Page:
On November 2, the Centers for Medicare & Medicaid Services (CMS) published in the Federal Register its final rule on The Medicare Shared Savings Program: Accountable Care Organizations (ACOs), a new type of health-care entity created under the Patient Protection and Affordable Care Act (PPACA). The Medicare Shared Savings Program will provide incentives for participating health care providers who agree to work together and become accountable for coordinating care for patients. Providers who work together through this model and who meet certain quality standards based upon patient outcomes, care coordination and other measures, may share in the savings they achieve for the Medicare program. The higher the quality of care providers deliver, the more shared savings the providers may keep.
NOTE: ASH will feature a special information session on the impact of ACOs and other payment and health reforms on hematology practices during the 2011 Annual Meeting Practice Forum, on Saturday, December 10, at 6:30 p.m. Join your colleagues at this special session, where you can learn about the development of ACOs as health-care delivery systems through examples from several hematology practices around the country. The Forum will also provide important information to the practice community that prepares them for the transition to ACOs based on an analysis of the final regulations.
In addition to the final rule on ACOs, CMS also released a new Advanced Payment initiative, a Federal Trade Commission, Department of Justice Issue Final Statement of Antitrust Policy Enforcement Regarding ACOs, and an Interim Final Rule on fraud waivers for Medicare ACOs. The Advance Payment model will provide additional support to physician-owned and rural providers participating in the Medicare Shared Savings Program who also would benefit from additional start-up resources to build the necessary infrastructure, such as new staff or information technology systems.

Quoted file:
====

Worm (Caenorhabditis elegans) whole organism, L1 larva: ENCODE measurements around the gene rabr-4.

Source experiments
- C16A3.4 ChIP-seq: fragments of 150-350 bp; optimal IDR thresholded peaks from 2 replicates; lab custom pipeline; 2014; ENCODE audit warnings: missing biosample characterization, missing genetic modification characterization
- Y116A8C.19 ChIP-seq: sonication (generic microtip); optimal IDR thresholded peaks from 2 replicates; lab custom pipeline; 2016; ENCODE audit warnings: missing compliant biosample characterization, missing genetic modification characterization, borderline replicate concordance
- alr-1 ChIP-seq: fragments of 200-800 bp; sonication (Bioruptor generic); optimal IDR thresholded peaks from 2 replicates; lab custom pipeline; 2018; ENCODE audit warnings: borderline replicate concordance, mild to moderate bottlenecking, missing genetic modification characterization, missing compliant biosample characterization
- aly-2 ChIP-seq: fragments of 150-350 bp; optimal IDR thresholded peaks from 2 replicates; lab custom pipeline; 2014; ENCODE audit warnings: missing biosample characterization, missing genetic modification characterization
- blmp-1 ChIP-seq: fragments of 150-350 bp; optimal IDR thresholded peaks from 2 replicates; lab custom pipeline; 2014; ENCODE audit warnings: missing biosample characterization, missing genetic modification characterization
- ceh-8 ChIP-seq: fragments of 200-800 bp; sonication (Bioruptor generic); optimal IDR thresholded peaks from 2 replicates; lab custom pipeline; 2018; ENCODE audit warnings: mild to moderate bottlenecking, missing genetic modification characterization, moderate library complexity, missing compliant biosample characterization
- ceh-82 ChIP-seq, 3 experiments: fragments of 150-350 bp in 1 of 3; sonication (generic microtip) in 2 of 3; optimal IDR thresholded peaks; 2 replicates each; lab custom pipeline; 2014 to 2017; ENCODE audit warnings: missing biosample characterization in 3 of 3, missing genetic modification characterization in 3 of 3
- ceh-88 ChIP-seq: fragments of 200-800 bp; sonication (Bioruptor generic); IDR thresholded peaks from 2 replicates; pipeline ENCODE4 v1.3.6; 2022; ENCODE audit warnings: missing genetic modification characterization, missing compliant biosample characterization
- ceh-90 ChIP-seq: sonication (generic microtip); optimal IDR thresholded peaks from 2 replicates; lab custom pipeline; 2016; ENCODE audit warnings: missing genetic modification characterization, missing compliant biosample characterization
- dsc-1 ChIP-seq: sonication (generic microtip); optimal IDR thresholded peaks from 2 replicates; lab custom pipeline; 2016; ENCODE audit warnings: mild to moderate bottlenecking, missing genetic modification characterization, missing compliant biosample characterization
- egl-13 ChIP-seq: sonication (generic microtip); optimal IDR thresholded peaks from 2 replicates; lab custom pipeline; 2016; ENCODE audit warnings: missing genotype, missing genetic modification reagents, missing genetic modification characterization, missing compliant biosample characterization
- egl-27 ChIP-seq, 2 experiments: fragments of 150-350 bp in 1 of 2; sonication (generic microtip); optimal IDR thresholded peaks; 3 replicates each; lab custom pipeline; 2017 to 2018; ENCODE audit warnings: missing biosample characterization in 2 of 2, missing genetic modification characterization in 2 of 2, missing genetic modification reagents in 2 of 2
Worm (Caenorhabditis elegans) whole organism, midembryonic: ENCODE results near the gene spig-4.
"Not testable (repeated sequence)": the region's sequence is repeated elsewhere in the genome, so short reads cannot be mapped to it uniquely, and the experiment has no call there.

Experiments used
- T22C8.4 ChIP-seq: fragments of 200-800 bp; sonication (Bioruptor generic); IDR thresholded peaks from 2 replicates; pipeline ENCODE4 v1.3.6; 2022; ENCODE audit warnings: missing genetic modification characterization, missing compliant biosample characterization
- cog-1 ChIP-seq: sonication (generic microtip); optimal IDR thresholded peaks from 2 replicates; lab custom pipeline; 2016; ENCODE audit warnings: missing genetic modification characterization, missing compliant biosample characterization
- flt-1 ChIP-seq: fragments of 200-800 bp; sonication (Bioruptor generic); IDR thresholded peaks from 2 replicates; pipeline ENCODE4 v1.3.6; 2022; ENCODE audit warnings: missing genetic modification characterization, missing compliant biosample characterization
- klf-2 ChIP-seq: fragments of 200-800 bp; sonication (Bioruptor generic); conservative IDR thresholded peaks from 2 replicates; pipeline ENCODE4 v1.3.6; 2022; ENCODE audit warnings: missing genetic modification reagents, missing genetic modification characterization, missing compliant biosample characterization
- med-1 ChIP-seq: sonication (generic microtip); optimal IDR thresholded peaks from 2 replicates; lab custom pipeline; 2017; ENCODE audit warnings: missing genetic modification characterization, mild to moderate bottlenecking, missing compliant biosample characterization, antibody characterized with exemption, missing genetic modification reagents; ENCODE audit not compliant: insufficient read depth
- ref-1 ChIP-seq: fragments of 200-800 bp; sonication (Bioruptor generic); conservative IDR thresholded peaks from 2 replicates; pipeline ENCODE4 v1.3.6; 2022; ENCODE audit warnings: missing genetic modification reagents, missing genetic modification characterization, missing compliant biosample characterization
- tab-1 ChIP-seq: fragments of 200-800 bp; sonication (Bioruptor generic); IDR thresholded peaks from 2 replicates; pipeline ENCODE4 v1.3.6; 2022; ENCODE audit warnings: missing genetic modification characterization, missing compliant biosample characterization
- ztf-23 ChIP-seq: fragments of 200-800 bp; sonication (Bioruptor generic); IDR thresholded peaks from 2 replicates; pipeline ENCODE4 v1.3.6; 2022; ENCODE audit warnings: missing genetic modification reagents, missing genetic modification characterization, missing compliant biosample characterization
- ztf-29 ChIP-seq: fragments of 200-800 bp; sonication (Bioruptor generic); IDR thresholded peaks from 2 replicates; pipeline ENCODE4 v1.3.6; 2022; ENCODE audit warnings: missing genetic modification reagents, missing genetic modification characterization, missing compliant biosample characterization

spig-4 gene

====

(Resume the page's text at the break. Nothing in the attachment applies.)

Based on ASH's analysis, the final rule incorporates significant stakeholder feedback, including ASH's comments submitted earlier in the year to CMS in response to the proposed ACO rule. The final rule includes the following revised provisions:
- Establishes two different tracks for ACOs, but one will be an "upside only" track during the three-year contract period, i.e., the ACO will not be liable to pay CMS if costs actually increase. The second model will include both upside and downside risks, as in the proposed rule.
- Allows providers to avoid penalties if they do not meet savings targets.
- Establishes a more prospective method of assigning beneficiaries. ACOs will get a list of "probable beneficiaries" and the list will be updated quarterly. In assigning beneficiaries, the definition of primary care recognizes that many specialists provide primary care services to patients.
- Includes more flexible governing structures.
- Reduces the number of measurements to assess the quality of care from 65 to 33 metrics.
- Reduces requirements for provider use of electronic health records.
- Provides physicians and rural providers access to up-front capital through the Advanced Payment Model.
- Expands participation of Rural Health Clinics and Federally Qualified Health Centers.
- Includes a more flexible application timetable, which allows providers to seek ACO status through 2012.
Below please find links to several resources CMS has developed concerning ACOs and the Advanced Payment Model program:
If you have any questions, comments, and/or concerns regarding the final rule, please contact ASH Government Relations Manager Stephanie Kaplan (email@example.com or 202-776-0544).
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